I want to convert an integer to a string in Python. I am typecasting it in vain:

d = 15

When I try to convert it to string, it's showing an error like int doesn't have any attribute called str.

10 Answers 10

up vote 1651 down vote accepted
>>> str(10)
>>> int('10')

Links to the documentation:

The problem seems to come from this line: d.str().

Conversion to a string is done with the builtin str() function, which basically calls the __str__() method of its parameter.

Also, it shouldn't be necessary to call pow(). Try using the ** operator.

  • 10
    why does str(012) return '10' ? – Aryaveer Mar 25 '14 at 19:50
  • 40
    @Aryaveer: because 0 is the prefix for octal representation in Python 2, like 0x is for hexadecimal (it's “0o” for octal in Python 3). So for str(), passing 012 is the same as passing 10. – Bastien Léonard Mar 26 '14 at 14:12
  • 57
    @Aryaveer did you hear the joke "Why do computer programmers confuse Halloween with Christmas?" Because Oct 31 = Dec 25. In C and many other languages a number start with 0 is also an octal number – phuclv Jun 4 '14 at 10:44
  • Just a note. This does not happen anymore. str(012) given SyntaxError:invalid token. – Bayko Jun 4 at 17:22
  • surprise, i will check type for false-true : UnicodeEncodeError: 'ascii' codec can't encode characters in position 332-333: ordinal not in range(128) – nerkn Aug 2 at 18:15

Try this:

  • 3
    I like answers like this. Exactly answering the question based on the knowledge of the asker. Thank you. – quemeful Oct 17 '16 at 11:12

There is not typecast and no type coercion in Python. You have to convert your variable in an explicit way.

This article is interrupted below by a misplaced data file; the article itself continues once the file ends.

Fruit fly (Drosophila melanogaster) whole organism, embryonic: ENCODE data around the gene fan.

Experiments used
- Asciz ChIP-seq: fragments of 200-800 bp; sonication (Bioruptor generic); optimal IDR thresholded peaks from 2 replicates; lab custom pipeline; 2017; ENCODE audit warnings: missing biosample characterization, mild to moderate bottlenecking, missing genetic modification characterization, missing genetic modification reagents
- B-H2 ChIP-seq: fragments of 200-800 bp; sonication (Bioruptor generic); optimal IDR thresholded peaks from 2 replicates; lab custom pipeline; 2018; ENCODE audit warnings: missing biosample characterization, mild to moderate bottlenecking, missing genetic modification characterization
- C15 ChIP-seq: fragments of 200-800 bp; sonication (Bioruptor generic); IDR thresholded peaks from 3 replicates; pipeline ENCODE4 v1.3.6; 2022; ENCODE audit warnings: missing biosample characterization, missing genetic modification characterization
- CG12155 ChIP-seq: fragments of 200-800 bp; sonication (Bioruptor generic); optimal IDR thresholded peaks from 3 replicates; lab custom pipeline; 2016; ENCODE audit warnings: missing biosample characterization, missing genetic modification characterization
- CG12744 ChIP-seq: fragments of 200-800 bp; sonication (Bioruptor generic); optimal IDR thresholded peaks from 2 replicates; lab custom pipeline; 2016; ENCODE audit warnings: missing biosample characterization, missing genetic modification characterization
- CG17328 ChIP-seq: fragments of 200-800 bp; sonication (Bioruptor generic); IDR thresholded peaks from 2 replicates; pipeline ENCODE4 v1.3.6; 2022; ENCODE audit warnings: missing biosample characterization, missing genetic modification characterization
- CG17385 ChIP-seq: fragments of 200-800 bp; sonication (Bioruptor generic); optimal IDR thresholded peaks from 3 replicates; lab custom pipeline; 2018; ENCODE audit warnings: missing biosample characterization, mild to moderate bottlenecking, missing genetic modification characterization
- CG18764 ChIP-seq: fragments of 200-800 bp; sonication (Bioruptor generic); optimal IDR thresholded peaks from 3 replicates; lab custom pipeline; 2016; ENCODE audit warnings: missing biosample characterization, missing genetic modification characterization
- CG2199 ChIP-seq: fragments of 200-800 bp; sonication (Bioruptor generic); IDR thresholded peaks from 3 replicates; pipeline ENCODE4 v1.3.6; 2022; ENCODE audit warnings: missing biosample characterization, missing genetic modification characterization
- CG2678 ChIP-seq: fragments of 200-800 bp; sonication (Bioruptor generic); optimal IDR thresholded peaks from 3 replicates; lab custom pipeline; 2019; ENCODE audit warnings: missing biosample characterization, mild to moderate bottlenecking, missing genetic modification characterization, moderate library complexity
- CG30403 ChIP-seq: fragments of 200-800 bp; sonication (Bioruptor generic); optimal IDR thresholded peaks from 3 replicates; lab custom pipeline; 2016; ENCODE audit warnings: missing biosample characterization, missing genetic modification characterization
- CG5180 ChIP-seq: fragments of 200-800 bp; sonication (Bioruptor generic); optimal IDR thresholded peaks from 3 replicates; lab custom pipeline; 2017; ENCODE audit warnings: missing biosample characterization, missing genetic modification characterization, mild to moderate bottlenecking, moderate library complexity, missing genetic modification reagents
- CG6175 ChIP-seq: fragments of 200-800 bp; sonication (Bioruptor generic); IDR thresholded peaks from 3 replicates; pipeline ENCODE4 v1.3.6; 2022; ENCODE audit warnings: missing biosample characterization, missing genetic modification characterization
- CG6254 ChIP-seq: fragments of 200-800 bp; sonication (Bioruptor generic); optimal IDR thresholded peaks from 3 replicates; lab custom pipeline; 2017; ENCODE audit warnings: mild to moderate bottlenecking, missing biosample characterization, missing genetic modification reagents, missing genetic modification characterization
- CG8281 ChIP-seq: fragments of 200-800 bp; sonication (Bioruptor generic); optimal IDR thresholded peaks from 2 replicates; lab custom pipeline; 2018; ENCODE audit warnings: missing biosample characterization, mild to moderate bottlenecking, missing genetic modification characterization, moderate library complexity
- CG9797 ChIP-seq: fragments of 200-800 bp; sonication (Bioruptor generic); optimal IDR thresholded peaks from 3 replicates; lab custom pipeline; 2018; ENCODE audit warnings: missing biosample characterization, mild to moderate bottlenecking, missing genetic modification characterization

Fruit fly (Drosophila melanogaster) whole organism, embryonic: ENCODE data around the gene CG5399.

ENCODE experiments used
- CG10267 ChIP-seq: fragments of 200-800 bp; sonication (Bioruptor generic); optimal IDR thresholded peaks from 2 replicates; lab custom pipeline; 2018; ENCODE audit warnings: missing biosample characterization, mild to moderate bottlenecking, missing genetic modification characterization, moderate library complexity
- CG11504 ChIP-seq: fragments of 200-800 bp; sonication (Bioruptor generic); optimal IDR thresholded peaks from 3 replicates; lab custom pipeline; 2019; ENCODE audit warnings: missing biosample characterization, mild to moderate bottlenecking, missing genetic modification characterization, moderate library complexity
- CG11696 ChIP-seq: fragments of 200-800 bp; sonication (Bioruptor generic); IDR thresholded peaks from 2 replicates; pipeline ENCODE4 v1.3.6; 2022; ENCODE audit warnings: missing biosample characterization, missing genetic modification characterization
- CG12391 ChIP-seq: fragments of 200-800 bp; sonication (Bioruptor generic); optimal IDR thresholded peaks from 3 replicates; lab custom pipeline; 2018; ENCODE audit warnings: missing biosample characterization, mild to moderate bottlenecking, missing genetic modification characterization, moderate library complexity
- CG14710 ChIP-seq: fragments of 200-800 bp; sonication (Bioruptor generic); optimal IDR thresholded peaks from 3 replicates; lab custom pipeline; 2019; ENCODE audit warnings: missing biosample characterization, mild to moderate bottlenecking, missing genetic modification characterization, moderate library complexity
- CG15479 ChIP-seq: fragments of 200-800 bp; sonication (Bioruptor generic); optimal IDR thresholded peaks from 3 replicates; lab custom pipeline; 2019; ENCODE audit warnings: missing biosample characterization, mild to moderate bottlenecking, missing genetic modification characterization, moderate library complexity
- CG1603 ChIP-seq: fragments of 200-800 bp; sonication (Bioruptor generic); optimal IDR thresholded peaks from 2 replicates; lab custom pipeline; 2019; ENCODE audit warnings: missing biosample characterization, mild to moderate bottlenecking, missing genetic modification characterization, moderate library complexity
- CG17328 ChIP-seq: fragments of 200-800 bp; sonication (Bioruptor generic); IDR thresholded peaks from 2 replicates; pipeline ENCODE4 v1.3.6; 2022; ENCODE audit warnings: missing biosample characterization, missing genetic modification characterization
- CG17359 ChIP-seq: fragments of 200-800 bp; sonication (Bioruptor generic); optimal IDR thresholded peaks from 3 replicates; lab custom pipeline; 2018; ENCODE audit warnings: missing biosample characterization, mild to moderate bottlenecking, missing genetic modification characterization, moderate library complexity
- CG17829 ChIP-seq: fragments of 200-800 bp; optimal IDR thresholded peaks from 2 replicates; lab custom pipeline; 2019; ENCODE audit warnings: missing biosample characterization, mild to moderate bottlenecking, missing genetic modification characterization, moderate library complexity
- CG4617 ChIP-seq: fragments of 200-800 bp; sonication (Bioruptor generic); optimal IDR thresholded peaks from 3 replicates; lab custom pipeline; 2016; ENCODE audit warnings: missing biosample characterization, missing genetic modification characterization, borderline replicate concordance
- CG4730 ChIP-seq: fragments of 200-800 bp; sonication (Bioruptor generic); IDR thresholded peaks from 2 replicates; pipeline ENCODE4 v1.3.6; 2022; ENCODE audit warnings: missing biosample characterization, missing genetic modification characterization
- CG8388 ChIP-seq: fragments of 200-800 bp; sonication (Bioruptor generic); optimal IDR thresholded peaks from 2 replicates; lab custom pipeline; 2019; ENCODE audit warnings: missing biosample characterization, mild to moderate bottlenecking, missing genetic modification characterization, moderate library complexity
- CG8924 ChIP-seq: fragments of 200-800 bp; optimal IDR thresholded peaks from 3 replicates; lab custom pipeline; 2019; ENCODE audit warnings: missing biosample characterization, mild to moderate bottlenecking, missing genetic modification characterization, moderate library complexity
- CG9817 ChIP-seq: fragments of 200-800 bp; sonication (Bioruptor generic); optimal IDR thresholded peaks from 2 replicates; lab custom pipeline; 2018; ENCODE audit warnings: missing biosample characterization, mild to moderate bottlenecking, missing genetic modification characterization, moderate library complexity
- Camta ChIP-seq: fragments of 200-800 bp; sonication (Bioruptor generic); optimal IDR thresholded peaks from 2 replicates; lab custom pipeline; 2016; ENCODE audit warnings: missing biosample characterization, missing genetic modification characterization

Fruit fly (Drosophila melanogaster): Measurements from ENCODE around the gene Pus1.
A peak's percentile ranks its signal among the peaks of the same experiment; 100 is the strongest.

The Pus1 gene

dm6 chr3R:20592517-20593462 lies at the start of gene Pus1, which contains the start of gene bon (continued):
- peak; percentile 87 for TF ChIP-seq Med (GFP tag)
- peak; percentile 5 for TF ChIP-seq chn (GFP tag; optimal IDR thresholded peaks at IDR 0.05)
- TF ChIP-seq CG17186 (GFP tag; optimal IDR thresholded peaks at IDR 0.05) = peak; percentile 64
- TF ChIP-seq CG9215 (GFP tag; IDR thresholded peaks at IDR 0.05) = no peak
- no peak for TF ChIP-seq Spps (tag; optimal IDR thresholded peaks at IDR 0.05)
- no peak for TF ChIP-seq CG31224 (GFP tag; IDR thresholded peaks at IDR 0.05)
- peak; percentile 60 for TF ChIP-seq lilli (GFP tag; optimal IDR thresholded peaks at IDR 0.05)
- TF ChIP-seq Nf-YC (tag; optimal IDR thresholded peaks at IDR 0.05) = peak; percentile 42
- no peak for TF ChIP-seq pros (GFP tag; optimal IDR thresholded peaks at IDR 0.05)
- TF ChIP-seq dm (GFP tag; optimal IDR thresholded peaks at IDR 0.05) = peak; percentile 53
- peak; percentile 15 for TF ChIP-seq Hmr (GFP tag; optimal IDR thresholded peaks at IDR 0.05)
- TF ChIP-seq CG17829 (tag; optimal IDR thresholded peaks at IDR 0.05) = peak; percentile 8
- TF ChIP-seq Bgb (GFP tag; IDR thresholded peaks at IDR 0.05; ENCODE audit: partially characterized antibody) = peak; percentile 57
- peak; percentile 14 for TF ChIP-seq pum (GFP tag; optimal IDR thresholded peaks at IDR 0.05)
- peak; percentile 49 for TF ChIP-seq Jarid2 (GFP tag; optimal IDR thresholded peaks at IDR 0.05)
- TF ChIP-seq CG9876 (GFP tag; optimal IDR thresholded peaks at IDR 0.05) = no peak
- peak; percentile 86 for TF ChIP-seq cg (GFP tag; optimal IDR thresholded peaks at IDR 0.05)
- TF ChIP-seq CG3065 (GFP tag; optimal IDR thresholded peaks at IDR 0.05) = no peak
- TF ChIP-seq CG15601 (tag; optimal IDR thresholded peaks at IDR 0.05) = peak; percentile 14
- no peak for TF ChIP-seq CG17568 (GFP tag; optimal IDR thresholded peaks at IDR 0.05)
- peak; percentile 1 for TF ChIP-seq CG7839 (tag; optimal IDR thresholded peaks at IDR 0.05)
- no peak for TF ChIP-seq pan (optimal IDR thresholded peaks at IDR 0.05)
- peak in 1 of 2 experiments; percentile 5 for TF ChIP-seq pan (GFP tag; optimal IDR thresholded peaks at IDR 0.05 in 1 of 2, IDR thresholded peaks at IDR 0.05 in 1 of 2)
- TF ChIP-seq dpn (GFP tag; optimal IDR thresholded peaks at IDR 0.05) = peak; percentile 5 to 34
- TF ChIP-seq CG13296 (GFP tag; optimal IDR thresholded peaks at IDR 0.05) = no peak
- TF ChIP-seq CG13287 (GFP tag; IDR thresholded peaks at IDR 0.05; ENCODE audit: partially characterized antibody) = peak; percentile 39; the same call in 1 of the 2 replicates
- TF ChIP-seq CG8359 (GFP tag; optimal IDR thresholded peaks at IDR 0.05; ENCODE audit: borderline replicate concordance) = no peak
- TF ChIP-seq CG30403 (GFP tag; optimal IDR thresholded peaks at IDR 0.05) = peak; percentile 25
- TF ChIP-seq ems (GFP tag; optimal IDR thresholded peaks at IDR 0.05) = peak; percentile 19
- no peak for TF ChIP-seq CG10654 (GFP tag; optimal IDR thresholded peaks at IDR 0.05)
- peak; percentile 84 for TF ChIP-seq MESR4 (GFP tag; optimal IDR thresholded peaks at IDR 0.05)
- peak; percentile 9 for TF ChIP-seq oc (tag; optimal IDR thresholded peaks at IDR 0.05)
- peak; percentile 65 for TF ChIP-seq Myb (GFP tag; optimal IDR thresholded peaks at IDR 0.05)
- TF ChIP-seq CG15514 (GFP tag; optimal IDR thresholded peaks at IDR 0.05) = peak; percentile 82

To convert an object in string you use the str() function. It works with any object that has a method called __str__() defined. In fact


is equivalent to


The same if you want to convert something to int, float, etc.

a = 2

You can use str(a) which gives you a string object of int(2).

  • 6
    Why has this got up votes? It's just copied the original answer 4 years before! – Rambatino Nov 26 '15 at 7:54
  • clicks on Rambatino's profile whew! he's an iOS guy :) – quemeful Oct 17 '16 at 11:15

To manage non-integer inputs:

number = raw_input()
    value = int(number)
except ValueError:
    value = 0

Ok, if I take your latest code and rewrite a bit to get it working with Python:

for j in range(0,int(t)):
    a,b= (int(i) for i in n.split(' '))
for j in c:
    print j

It gives me something like:

>>> 2
>>> 8 2
>>> 2 3

Which is the first characters of the string result pow(a,b). What are we trying to do here?

>>> i = 5
>>> print "Hello, world the number is " + i
TypeError: must be str, not int
>>> s = str(i)
>>> print "Hello, world the number is " + s
Hello, world the number is 5

The most decent way in my opinion is ``.

i = 32   -->    `i` == '32'
  • 3
    Note that this is equivalent to repr(i), so it will be weird for longs. (Try i = `2 ** 32`; print i) – user4237459 May 19 '15 at 15:46
  • 9
    This has been deprecated in python 2 and completely removed in python 3, so I wouldn't suggest using it anymore. docs.python.org/3.0/whatsnew/3.0.html#removed-syntax – teeks99 Jul 13 '15 at 18:47

Can use %s or .format

>>> "%s" % 10


>>> '{}'.format(10)

In Python => 3.6 you can use f formatting:

>>> int_value = 10
>>> f'{int_value}'

For someone who wants to convert int to string in specific digits, the below method is recommended.

month = "{0:04d}".format(localtime[1])

For more details, you can refer to Stack Overflow question Display number with leading zeros.

protected by Aniket Thakur Apr 5 '15 at 18:15

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